If the fund has any non-resident members, for the SMSF to remain complying, they cannot be active members if their balance makes up more than 50% all of the total balance of all active members.

This test is only relevant if any member is a non-resident. You will only need to consider this test if any of the members of the SMSF are non-residents for Australian income tax purposes.

What does it mean to be an active member?

An active member of an SMSF is one who makes contributions to the fund or has contributions made to the fund on his or her behalf. SMSF trustees must consider the impact of any contributions into the fund while a member is a foreign resident. ‘Contributions’ for the purposes of the residency test is wider than the traditional definition of ‘contributions’.

What is the meaning of contributions for the purpose of the residency test?

  • direct cash payments made by an employer or an individual to the fund;
  • a transfer of shares (or other asset) to the fund ‘in-specie’ by an employer or individual;
  • spouse contributions;
  • Government co-contributions;
  • superannuation guarantee shortfall amounts;
  • transfers from the Superannuation Holdings Special Account;
  • a roll-over superannuation benefit;
  • a directed termination payment;
  • a superannuation lump sum that is paid from a foreign superannuation fund or an amount transferred to the superannuation fund from a foreign superannuation scheme

Tip – Be careful with Rollovers and contributions for non-residents
If you rollover funds, or contributions are made on your behalf into an SMSF whilst you are a non-resident – you become an Active Member and risk failing Test 3. If you fail Test 3 the fund risks losing the tax concessions available to resident SMSFs.

Making contributions after ceasing to be an Australian resident

Single member SMSF

If you cease to be an Australian resident, any contribution made by you, or on behalf of you to an SMSF, will mean that your fund will not meet the definition of an Australian superannuation fund. If you cease to be a resident but wish to retain your fund, in theory you could cease making contributions so that you do not fail Test 3. However, in practice it is unlikely that you would satisfy Test 2 relating to central management and control.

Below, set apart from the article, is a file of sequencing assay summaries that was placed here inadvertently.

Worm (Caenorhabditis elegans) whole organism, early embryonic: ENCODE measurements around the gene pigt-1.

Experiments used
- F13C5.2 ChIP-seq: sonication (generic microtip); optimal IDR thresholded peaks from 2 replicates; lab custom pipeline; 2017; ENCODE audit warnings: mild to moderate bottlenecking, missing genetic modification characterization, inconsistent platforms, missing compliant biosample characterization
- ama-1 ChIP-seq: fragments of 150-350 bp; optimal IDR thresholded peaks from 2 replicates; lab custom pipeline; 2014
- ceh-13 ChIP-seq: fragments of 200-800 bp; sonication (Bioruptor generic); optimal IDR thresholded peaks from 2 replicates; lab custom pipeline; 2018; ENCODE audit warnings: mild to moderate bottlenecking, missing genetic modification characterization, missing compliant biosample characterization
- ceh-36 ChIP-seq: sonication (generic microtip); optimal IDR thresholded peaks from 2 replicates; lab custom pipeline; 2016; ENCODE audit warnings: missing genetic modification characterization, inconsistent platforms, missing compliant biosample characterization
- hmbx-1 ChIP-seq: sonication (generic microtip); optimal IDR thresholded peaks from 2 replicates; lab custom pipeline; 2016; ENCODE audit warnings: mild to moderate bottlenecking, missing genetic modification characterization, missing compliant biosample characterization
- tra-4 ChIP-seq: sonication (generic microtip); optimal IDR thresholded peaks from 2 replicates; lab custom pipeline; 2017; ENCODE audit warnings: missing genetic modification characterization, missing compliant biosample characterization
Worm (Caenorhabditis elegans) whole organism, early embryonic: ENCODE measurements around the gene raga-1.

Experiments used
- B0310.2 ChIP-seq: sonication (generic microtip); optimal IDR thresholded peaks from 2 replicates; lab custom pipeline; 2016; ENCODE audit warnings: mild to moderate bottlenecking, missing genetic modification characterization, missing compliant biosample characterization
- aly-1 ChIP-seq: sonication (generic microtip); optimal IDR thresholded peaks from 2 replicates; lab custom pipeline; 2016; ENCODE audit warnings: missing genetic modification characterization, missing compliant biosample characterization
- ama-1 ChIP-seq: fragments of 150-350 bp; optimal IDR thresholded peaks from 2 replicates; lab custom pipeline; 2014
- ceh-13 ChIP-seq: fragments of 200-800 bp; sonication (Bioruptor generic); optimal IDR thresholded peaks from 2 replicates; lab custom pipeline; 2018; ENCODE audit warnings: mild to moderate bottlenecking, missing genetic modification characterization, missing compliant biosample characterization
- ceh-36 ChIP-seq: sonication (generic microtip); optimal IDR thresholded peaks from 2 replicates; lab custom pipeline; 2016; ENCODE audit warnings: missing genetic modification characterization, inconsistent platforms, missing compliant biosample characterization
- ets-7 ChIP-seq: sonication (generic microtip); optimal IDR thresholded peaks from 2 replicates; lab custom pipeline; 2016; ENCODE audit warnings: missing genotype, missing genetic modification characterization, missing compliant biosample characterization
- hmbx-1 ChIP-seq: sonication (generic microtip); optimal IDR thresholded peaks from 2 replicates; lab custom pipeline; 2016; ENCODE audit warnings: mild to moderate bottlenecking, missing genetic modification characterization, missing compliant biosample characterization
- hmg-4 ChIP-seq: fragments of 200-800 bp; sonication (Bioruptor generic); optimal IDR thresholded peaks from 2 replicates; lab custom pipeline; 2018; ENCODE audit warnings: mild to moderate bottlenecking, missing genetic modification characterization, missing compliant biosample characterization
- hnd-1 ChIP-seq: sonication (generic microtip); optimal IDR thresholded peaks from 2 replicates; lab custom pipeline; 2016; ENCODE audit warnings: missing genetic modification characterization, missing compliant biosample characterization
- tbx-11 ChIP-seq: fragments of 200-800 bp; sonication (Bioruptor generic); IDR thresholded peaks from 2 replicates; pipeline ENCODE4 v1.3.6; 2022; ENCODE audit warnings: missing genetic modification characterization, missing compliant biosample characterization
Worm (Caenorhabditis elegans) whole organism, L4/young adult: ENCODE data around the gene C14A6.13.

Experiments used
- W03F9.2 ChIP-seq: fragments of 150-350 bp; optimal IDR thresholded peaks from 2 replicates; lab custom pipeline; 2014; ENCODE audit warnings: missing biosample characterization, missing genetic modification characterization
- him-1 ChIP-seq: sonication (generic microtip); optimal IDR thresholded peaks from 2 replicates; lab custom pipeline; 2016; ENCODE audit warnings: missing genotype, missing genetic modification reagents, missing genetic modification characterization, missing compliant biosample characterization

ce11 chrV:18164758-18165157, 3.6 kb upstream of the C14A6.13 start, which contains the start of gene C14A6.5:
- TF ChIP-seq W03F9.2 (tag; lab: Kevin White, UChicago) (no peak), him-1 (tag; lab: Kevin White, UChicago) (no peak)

More than one member in the SMSF

Non-residents will not be able to contribute to their SMSF if their member balance represents more than 50% of the super fund’s assets that belong to active, contributing members. Non-residents may be able to contribute if they hold less than 50% of the total active assets. The fund will pass Test 3 if
the other member(s) are Australian residents, they are active members and the value attributable to the other member(s) exceeds 50% of the total fund assets.

Examples of multiple member funds and Test 3:

A. Each member holds exactly 50% of the funds’ assets. One of the members is a non-resident. Contributions are being made for both members and they are both Active Members. As the non-resident member does not own more than 50% of the assets, the fund would satisfy Test 3.

B. The non-resident member makes greater contributions than the resident member to the point where his balance now exceeds 50% of the total balance. The fund will fail Test 3 and risks losing its Australian resident super fund status.

C. Both members become non-residents. A single contribution by either member will cause the fund to fail Test 3 and lose its Australian status. There may also be issues with satisfying Test 2 in these circumstances.

TIP - If Test 3 is an issue…Consider making super contributions outside of the SMSF – for example to retail or industry super fund. You can then rollover those contributions to your SMSF when you return and become an Australian resident.

Consequence of being made a non-resident fund

What tax rate will the fund pay if it is not an Australian Super Fund? If the fund fails one of the residency tests the tax rate increases from 15% to the highest marginal rate (currently 45%). Tax is payable not only on the income of the fund but also on the market value of the fund less any non concessional contributions. The ATO is also likely to impose a general interest charge and if the fund is in pension phase, its exemption status is also lost.

As you can see, this is a highly complex area and one we recommend trustees seek advice!!